On January 7, 2016, Two Farms sought judicial review of the Comptroller's decision in the Circuit Court for Baltimore County. At a June 10, 2016 hearing, the business claimed that it was not aware of the proceeding before the Comptroller's office because the citations had been served on store employees, and not on the company.[3] Two Farms argued that there was no evidence of fraudulent or deceptive use of a tobacco license, as required under BR § 16-210(a)(2). The retailer asserted that the minors were not being deceived when they bought the tobacco products. The Comptroller countered that an unlawful action in and of itself proves fraud or deceit. The circuit court observed that there was no evidence of any misrepresentations made by the store. At the conclusion of the hearing, the court found that the evidence did not show a fraudulent or deceptive use of the license and vacated the order suspending Two Farms's license. The Comptroller appealed from that decision.[4]


         The Comptroller frames the issue in this case as whether there was "substantial evidence that Two Farms fraudulently or deceptively used its license."[5] However, in our view, this is not a substantial evidence case, but one presenting a purely legal issue of statutory interpretation-a question that we review de novo. Matthews v. Hous. Auth. of Baltimore Cty., 216 Md.App. 572, 582 (2014).


         1. Introduction

         The facts in the instant case are not complicated. Two Farms received three citations for selling tobacco products to minors. Based on that evidence, the Comptroller suspended Two Farms's license to sell tobacco products for ten days. In his order, the Comptroller stated that the license was being suspended pursuant to BR § 16-210(a)(2) for "fraudulently or deceptively use[ing] a license."[6] Two Farms challenged that finding and the circuit court agreed, ruling that the facts did not support a fraudulent or deceptive use of the license. Therefore, the primary issue we must decide is whether the act of selling tobacco products to a minor constitutes a fraudulent or deceptive use of a license to sell tobacco products. However, given the Comptroller's reliance on BR § 16-212(e)(1)'s purported recognition of the power to suspend or revoke a license for illegal sales of tobacco, we also consider whether Title 16 or any part of it supports such authority.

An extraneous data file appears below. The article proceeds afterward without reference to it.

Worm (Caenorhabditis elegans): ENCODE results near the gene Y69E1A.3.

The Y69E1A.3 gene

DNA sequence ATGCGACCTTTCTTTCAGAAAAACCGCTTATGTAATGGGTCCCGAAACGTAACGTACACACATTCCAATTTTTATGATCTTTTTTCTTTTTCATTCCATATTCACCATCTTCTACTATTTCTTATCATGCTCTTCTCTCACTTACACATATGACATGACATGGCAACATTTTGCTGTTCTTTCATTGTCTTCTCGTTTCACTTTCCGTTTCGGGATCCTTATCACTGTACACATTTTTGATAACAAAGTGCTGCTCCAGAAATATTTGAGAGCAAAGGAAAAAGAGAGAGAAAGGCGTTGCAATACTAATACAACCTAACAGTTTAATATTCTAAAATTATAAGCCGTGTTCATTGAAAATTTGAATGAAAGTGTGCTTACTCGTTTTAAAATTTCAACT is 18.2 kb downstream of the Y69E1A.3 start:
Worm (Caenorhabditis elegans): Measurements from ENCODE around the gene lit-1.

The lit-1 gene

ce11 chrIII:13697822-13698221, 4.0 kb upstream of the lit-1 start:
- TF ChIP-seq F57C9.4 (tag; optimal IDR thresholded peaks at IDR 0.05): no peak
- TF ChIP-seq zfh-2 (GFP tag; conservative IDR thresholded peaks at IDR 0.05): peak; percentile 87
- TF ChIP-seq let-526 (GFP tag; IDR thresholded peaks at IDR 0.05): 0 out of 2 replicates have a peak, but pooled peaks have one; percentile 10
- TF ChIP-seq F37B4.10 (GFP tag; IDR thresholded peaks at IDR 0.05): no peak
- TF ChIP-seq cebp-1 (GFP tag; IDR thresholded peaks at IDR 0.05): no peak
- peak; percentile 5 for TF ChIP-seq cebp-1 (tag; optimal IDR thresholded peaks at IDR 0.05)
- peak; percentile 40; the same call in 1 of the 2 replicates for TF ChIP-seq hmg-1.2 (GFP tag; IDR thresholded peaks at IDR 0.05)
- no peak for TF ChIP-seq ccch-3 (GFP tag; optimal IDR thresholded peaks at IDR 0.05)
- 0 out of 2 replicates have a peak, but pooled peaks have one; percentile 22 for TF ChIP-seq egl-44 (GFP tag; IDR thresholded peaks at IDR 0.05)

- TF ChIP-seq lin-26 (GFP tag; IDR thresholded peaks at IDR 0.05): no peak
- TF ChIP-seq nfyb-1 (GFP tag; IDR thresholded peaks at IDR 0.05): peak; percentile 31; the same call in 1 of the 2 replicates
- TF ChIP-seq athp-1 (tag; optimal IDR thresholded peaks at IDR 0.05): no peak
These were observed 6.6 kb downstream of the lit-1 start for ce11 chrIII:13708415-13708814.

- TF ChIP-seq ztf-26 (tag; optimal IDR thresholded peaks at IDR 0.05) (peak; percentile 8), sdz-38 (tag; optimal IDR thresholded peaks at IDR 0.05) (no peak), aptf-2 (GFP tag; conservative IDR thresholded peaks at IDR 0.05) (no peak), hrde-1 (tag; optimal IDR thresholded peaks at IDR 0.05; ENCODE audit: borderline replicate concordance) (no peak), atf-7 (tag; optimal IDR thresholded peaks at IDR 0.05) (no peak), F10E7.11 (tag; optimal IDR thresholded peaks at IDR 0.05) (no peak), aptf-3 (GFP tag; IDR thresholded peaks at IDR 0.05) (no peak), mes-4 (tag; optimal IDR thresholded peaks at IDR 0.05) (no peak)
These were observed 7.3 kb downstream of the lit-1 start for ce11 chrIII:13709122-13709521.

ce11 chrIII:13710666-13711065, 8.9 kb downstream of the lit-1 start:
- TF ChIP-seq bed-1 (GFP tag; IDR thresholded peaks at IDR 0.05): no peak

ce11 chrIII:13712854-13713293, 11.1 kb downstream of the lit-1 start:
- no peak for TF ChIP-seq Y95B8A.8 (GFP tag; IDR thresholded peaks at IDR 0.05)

BR § 16-210(a) provides grounds upon which the Comptroller can suspend or revoke a license. Specifically, the Comptroller can suspend or revoke a license if the licensee:

(1) fraudulently or deceptively obtains or attempts to obtain a license for the applicant or licensee or for another person;
(2) fraudulently or deceptively uses a license;
(3) fails to comply with the Maryland Cigarette Sales Below Cost Act or regulations adopted under that Act;
(4) fails to comply with the provisions of Title 11, Subtitle 5A of the Commercial Law Article;
(5) buys cigarettes for resale:
(i) in violation of a license; or
(ii) from a person who is not a licensed cigarette manufacturer, licensed subwholesaler, licensed vending machine operator, or licensed wholesaler;
(6) is convicted, under the laws of the United States or of any other state, of:
(i) a felony; or
(ii) a misdemeanor that is a crime of moral turpitude and is directly related to the fitness and qualification of the applicant or licensee; or
(7) has not paid a tax due before October 1 of the year after the tax became due.

BR § 16-210(a) (Emphasis added).[7]

         Furthermore, BR § 16-212(e)(1) provides that "Except for a violation of § 10-107 of the Criminal Law Article, [8] whenever any license issued under the provisions of this subtitle is suspended or revoked by the Comptroller, the licensee may, before the effective date of the suspension or revocation, petition the Comptroller for permission to make an offer of compromise consisting of a sum of money in lieu of serving the suspension or revocation." (Emphasis added).